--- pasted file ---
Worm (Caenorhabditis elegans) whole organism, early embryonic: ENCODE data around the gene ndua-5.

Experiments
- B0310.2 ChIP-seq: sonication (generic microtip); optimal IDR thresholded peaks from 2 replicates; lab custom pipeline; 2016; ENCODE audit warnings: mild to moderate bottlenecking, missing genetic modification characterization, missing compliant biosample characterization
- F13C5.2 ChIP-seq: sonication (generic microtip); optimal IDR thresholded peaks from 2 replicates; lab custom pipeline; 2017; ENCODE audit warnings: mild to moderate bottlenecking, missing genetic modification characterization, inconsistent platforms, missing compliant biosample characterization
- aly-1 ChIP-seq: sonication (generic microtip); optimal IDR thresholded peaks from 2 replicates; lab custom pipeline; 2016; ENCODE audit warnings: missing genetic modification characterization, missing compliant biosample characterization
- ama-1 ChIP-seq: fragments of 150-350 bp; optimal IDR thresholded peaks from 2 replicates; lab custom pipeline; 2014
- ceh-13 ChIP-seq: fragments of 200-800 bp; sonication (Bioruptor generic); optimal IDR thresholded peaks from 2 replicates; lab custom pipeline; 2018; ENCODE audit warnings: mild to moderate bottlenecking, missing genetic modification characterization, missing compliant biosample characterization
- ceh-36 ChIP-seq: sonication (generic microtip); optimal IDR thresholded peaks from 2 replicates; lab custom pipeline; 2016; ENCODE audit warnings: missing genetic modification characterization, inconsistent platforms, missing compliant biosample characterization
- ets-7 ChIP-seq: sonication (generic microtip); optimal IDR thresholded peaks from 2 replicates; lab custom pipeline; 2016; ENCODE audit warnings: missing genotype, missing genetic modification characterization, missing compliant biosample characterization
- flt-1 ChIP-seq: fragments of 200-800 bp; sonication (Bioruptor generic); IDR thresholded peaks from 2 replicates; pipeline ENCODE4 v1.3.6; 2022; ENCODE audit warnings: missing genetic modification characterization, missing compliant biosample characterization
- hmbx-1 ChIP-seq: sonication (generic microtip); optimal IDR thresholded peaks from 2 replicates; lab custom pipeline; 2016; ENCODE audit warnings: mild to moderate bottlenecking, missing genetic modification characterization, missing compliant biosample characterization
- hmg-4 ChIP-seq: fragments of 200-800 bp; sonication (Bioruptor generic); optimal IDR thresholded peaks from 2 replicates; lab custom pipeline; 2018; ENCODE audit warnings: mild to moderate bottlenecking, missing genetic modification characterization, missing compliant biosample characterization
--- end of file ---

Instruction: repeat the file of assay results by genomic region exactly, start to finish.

Worm (Caenorhabditis elegans) whole organism, early embryonic: ENCODE data around the gene ndua-5.

Experiments
- B0310.2 ChIP-seq: sonication (generic microtip); optimal IDR thresholded peaks from 2 replicates; lab custom pipeline; 2016; ENCODE audit warnings: mild to moderate bottlenecking, missing genetic modification characterization, missing compliant biosample characterization
- F13C5.2 ChIP-seq: sonication (generic microtip); optimal IDR thresholded peaks from 2 replicates; lab custom pipeline; 2017; ENCODE audit warnings: mild to moderate bottlenecking, missing genetic modification characterization, inconsistent platforms, missing compliant biosample characterization
- aly-1 ChIP-seq: sonication (generic microtip); optimal IDR thresholded peaks from 2 replicates; lab custom pipeline; 2016; ENCODE audit warnings: missing genetic modification characterization, missing compliant biosample characterization
- ama-1 ChIP-seq: fragments of 150-350 bp; optimal IDR thresholded peaks from 2 replicates; lab custom pipeline; 2014
- ceh-13 ChIP-seq: fragments of 200-800 bp; sonication (Bioruptor generic); optimal IDR thresholded peaks from 2 replicates; lab custom pipeline; 2018; ENCODE audit warnings: mild to moderate bottlenecking, missing genetic modification characterization, missing compliant biosample characterization
- ceh-36 ChIP-seq: sonication (generic microtip); optimal IDR thresholded peaks from 2 replicates; lab custom pipeline; 2016; ENCODE audit warnings: missing genetic modification characterization, inconsistent platforms, missing compliant biosample characterization
- ets-7 ChIP-seq: sonication (generic microtip); optimal IDR thresholded peaks from 2 replicates; lab custom pipeline; 2016; ENCODE audit warnings: missing genotype, missing genetic modification characterization, missing compliant biosample characterization
- flt-1 ChIP-seq: fragments of 200-800 bp; sonication (Bioruptor generic); IDR thresholded peaks from 2 replicates; pipeline ENCODE4 v1.3.6; 2022; ENCODE audit warnings: missing genetic modification characterization, missing compliant biosample characterization
- hmbx-1 ChIP-seq: sonication (generic microtip); optimal IDR thresholded peaks from 2 replicates; lab custom pipeline; 2016; ENCODE audit warnings: mild to moderate bottlenecking, missing genetic modification characterization, missing compliant biosample characterization
- hmg-4 ChIP-seq: fragments of 200-800 bp; sonication (Bioruptor generic); optimal IDR thresholded peaks from 2 replicates; lab custom pipeline; 2018; ENCODE audit warnings: mild to moderate bottlenecking, missing genetic modification characterization, missing compliant biosample characterization